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Xavier 2015 Season Review: James Farr Report Card

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James Farr changed his game up during the season. Did the switch to elite rebounder help his overall grade?

Few players in the nation dominate the defensive glass like James.
Few players in the nation dominate the defensive glass like James.
Mark L. Baer-USA TODAY Sports

Thanks to everyone who participated in our inaugural Banners on the Parkway postseason player report cards. We'll be breaking down each player's grades for the rest of this week and on into next week, where we'll reveal the top three finishers according to the community. We'll also be assigning and explaining our own grades of each player. We'll start with the player who got the lowest community ranking and work our way up to the MVP. If you've missed any of the previous players, check them out in our Season in Review section.

James Farr
A 2 1.2%
B 45 26.5%
C 101 59.4%
D 17 10.0%
F 5 2.9%
Community GPA: 2.13

Our first (and thus worst-graded by the community) regular starter here is "Big Game" James Farr. I understand that the nickname "Big Game James" has gotten basically zero traction since I attempted to introduce it for Farr, but (a) Farr got a little grouchy with us on Twitter so I want him to know he's loved and (b) the dude kills UC (17/9/1 on 7-9/3-4/0-0 shooting in two Shootouts), so I'm going to commit to it.

Anyway, James came in just a whisker above LAJ in the community voting; lower any of his votes by a letter and the two swap places. I don't know if it's because of expectations or what, but the Banners community was basically just as pleased with what Larry did in 7.4% of the team's minutes as they were with what James contributed in 38.4%

Offense: D

James Farr has grown from a guy who got 42 total minutes as a freshman to a frequent starter as a junior. In between, something weird happened. Namely, he started his career 12-20 (60%) from deep but has shot just 20-75 (26.7%) since then. For a guy billed as someone who can stretch the defense, that's obviously not good. He also shot 48.6% from inside the arc this year, split between 58.3% at the rim and 35.6% on two-point jumpers. Both of those numbers are well below average, especially for a man of his size. Though he doesn't generate a meaningful number of assists, he did post an elite 11% OReb%, second only to Jalen Reynolds this year. Most of the rest of his offensive efforts were counterproductive.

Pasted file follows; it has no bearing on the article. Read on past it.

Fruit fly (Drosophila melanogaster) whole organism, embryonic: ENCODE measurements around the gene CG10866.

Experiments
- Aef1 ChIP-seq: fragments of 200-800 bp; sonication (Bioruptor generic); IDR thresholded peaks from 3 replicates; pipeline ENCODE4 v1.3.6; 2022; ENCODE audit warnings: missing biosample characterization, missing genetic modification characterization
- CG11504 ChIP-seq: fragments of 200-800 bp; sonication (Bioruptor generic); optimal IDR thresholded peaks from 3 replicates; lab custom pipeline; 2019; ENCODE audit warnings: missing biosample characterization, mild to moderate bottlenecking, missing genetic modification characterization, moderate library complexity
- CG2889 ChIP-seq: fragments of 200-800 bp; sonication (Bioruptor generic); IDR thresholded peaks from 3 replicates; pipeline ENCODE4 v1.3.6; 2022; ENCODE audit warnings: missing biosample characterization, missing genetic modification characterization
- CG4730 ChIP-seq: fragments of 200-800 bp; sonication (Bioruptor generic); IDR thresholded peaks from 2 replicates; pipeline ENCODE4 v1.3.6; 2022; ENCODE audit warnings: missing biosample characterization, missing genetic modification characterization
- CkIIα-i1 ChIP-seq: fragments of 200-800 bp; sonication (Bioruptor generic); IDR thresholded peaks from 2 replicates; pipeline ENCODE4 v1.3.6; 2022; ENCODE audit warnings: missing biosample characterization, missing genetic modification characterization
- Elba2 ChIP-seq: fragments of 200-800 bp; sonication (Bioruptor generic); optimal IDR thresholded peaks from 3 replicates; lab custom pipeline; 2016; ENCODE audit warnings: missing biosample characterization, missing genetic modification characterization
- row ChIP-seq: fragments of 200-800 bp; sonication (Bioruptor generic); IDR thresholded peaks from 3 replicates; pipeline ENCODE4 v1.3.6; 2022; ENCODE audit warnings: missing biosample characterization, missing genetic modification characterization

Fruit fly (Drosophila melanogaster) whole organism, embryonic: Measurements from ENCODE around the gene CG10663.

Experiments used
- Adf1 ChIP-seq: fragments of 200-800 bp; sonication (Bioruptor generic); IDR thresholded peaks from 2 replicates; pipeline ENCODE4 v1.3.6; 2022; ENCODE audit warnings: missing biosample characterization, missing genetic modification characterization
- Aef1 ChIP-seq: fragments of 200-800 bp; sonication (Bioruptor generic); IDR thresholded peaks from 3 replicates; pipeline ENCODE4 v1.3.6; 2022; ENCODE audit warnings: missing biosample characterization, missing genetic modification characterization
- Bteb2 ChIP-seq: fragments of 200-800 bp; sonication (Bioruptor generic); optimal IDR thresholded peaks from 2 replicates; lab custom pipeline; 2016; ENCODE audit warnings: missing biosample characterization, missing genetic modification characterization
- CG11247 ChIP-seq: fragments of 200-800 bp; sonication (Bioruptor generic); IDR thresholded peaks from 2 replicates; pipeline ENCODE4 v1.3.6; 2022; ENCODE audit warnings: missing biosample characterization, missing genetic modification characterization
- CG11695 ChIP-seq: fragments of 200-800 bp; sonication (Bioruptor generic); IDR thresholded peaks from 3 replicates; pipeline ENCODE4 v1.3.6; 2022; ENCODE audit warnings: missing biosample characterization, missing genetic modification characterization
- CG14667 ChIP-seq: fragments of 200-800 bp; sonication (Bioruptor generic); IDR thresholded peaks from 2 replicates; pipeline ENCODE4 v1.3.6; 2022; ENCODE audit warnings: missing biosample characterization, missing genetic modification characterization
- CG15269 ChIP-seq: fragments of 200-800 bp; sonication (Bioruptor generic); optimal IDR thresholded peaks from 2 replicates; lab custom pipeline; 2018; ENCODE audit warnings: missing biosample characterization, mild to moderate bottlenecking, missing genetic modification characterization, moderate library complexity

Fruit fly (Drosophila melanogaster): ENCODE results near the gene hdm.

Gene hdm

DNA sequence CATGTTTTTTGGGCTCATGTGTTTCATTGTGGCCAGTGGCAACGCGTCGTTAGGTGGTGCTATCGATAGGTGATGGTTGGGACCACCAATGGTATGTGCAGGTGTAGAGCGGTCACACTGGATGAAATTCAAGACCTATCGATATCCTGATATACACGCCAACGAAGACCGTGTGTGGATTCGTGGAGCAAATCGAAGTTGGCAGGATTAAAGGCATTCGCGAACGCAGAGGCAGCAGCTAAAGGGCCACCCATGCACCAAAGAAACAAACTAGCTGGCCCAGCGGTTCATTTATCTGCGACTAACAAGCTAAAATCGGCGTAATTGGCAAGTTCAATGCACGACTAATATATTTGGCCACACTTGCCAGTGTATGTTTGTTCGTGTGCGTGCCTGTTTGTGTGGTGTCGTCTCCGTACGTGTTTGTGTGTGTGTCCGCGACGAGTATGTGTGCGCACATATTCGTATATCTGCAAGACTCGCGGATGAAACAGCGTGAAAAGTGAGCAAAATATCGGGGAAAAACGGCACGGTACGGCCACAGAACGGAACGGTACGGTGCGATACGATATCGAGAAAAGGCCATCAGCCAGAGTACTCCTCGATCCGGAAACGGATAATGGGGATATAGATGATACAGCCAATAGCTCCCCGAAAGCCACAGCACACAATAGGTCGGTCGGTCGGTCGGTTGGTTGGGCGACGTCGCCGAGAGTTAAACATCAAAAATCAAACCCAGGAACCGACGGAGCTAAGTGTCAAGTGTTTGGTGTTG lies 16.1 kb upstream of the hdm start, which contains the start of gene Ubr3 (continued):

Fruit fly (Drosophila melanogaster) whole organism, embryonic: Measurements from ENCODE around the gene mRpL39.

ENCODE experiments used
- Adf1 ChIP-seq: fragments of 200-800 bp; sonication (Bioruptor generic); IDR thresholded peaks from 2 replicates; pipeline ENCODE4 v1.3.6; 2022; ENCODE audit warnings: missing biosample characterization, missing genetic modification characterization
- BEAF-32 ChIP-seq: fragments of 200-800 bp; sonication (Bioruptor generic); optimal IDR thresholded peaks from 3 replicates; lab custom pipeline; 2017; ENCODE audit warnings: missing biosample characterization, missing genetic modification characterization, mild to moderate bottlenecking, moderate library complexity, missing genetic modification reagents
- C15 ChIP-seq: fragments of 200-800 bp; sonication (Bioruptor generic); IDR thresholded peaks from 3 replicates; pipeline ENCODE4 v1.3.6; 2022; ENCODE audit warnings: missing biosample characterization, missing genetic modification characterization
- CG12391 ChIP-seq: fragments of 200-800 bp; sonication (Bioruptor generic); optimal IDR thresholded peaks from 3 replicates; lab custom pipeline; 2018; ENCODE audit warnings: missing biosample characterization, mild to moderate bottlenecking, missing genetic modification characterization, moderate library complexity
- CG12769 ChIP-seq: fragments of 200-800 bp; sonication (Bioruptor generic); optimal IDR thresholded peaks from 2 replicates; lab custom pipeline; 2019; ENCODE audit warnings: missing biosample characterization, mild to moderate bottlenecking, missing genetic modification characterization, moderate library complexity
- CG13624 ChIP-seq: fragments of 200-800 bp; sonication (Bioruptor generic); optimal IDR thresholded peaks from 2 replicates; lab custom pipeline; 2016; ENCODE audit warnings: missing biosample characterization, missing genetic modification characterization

Defense: B

HEAR ME OUT! What did James Farr struggle with on defense? Tracking a man, positioning himself well off the ball, hedging a ball screen... you get the idea. Maybe on a good man-to-man team his faults could have been hidden, but X was full of limited defenders plus Remy Abell this year. What does James do well? Defend the bucket, rebound anything that comes near him, and generally make the lane unfriendly for opposing players. If he were a qualifier this year (which would have taken 39 more seconds of playing time a game), he would have been about 150th in block% and 4th in DReb%. He's not a bad defender so much as misused, and I think the 1-3-1 demonstrated that. Can you imagine what that defense would look like with Remy up top, JP and Ed on the wings, Jalen in the middle, and James under the rim? James Farr is a huge defensive asset when used correctly.

Overall: C+

I know Bryan said we weren't using +/- grades, but I don't take my orders from him. About 2/3 of the way through the year, you could see James Farr commit to the idea of himself as an elite rebounder at both ends rather than a really tall jump shooter, and his value blossomed from there. I'm not sure Farr is or ever was going to be a reliable jump shooter - his mechanics are unorthodox, to say the least - but he found other ways to add value this year and the team was better for it.

Obviously I think my evaluation of Farr is spot on, but a good deal of you would disagree. Feel free to persuade me in the comments section below. Stay tuned for our first player getting double-digit A ratings, coming tomorrow morning.